We know Nashville is hot — whether the industry is health care, real estate or music. It's also gaining stature in the TV world, it appears: Jack Black and Dwight Yoakam are reportedly teaming up to executive produce Belles & Whistles, a Fox comedy-with-some-music series set in Music City. Adam Gold with the Scene passes on the info here.
Belcourt Theatre Executive Director Stephanie Silverman and her team are embarking on a $4.5 million expansion and renovation of the Hillsboro Village staple. The highlight of the project is the addition of a third screen but many other features of the building will get a serious facelift. Jim Ridley has the story in this week's Scene.
With the theater in its best fiscal health this century — debt is low, and some $2.2 million has already been raised even before The Belcourt goes public this week with its $4.5 million capital campaign — staffers say the timing was now or never. Shortly after the theater hosts its annual sellout holiday run of It's a Wonderful Life, The Belcourt will close, and R.C. Mathews Contractor will begin a furious push toward a grand unveiling in June 2016.
(Renderings courtesy of Tuck-Hinton)
The entertainment law group of superregional firm Dickinson Wright, which is led out of Nashville by Derek Crownover, has recruited five attorneys in Las Vegas to grow its ranks in media, sports and entertainment to 20. The new additions include members who count Trisha Yearwood, the Ultimate Fighting Championship and Shaquille O'Neal among their clients.
“We are lucky to have this new group from Vegas,” Crownover said. “They have a deep knowledge of the trademark, branding, television and sports worlds. They expand our reach across the country, but more importantly, they help us provide top-tier service to our artist, acting and sports clients who enter these worlds as they grow their brands in new mediums.”
Read the full release on the hires here.
Sony/ATV Nashville has promoted Josh Van Valkenburg to senior vice president, Nashville A&R, MusicRow.com reports.
Van Valkenburg will oversee Nashville A&R and new songwriter and artist signings. He will continue to develop the existing Sony/ATV roste and will report to Sony/ATV Nashville President and CEO Troy Tomlinson, according to the music publication.
Read more here.
Executives at ABC have renewed their commitment to Nashville, giving the show a fourth season and putting it within sight of all-important syndication. The Hollywood Reporter has a rundown of all the show decisions made for ABC here.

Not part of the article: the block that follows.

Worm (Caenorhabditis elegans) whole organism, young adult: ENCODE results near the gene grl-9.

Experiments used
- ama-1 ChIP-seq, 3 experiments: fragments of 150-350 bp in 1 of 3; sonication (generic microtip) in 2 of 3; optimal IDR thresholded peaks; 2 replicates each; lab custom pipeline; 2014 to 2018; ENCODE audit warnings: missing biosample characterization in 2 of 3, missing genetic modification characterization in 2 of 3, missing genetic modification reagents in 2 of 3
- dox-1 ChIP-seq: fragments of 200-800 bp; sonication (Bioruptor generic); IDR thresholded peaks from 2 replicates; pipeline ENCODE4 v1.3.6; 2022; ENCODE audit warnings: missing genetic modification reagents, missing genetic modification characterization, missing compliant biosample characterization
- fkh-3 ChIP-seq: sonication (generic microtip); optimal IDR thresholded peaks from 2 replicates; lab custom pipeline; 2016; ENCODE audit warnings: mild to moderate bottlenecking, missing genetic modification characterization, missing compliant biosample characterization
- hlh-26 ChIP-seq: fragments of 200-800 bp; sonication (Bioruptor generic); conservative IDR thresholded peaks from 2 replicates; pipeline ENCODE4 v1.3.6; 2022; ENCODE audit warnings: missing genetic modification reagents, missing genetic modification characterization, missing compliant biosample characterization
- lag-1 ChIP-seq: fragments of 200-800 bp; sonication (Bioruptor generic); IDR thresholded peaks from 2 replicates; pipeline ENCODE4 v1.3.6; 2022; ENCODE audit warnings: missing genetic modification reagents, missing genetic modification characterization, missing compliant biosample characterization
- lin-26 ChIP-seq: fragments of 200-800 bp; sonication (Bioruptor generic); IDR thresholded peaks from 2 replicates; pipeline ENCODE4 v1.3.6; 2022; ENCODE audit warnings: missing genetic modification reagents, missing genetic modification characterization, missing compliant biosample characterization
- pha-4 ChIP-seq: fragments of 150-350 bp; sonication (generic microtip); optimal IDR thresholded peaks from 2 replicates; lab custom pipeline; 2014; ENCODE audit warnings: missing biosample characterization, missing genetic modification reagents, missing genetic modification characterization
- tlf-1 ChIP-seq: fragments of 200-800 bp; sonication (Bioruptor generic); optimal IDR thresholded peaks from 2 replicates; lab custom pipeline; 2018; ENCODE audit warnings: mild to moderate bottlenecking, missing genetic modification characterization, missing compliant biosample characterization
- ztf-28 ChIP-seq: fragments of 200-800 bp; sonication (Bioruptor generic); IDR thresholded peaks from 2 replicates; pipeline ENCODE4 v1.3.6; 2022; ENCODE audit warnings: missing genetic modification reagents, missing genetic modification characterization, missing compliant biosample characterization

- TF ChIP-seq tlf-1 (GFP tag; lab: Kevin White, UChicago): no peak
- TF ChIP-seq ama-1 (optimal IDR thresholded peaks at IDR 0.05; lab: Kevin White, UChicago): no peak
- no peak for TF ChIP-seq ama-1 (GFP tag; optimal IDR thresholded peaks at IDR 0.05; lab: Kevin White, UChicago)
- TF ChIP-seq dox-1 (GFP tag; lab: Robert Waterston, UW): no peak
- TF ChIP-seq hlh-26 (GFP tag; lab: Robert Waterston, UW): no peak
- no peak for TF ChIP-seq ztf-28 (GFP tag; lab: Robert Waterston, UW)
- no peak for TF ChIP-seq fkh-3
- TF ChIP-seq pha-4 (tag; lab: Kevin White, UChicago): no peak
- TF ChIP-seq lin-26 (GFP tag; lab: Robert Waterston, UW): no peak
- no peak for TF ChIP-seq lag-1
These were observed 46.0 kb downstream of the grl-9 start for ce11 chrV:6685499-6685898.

Ryman Hospitality Properties Chairman and CEO Colin Reed hasn't been shy of late in trumpeting the great numbers put up by his company's Nashville entertainment properties, led by the Ryman Auditorium and Wildhorse Saloon. In the first quarter of this year, that division posted operating profits of $2.1 million on revenues of $16.7 million. Those numbers were up 284 percent and 17 percent, respectively, year over year.
Reed also has in recent quarters repeatedly hinted at grander plans for the division, which has been lifted big time by the overall Nashville tourism boom. But they've been teasings more than anything else and Reed delivered another one on his team's earnings conference call Wednesday morning. Asked how he would value the entertainment business relative to Ryman's core hospitality operation, Reed said he would politely say no to any bidders looking to put an arena business valuation on his entertainment crown jewel. Then came the latest tease.
"We think that this business provides and builds unique content and we're spending more of our time thinking about how we can actually build more content," Reed said.
TopGolf International Inc. is set to sign a lease to take space in a building slated for the East Bank of the Cumberland River and near the fast-changing Germantown, Nashville Business Journal reports.
Relatedly, the Metro Council will vote tonight on a request zoning change that would a facility to accommodate a Topgolf facility. Currently, the site is zone industrial.
Founded in the United Kingdom, TopGolf is now based in Dallas.
Read more here.
The state budget passed last week included $8 million in incentives for a potential fourth season of local filming of the ABC show Nashville. A decision on whether the show will return should be made soon. Metro and the Nashville Convention and Visitors Corp. are preparing their own slices of the incentives pie, but the details are still to be revealed. Nate Rau at The Tennessean has more info here.
In discussions with government officials, representatives from the show prepared a fact sheet touting its impact on the local economy. Local tourism leaders have tied the city's booming leisure travel at least in part to the popularity of "Nashville." However, no official economic impact study has been conducted.
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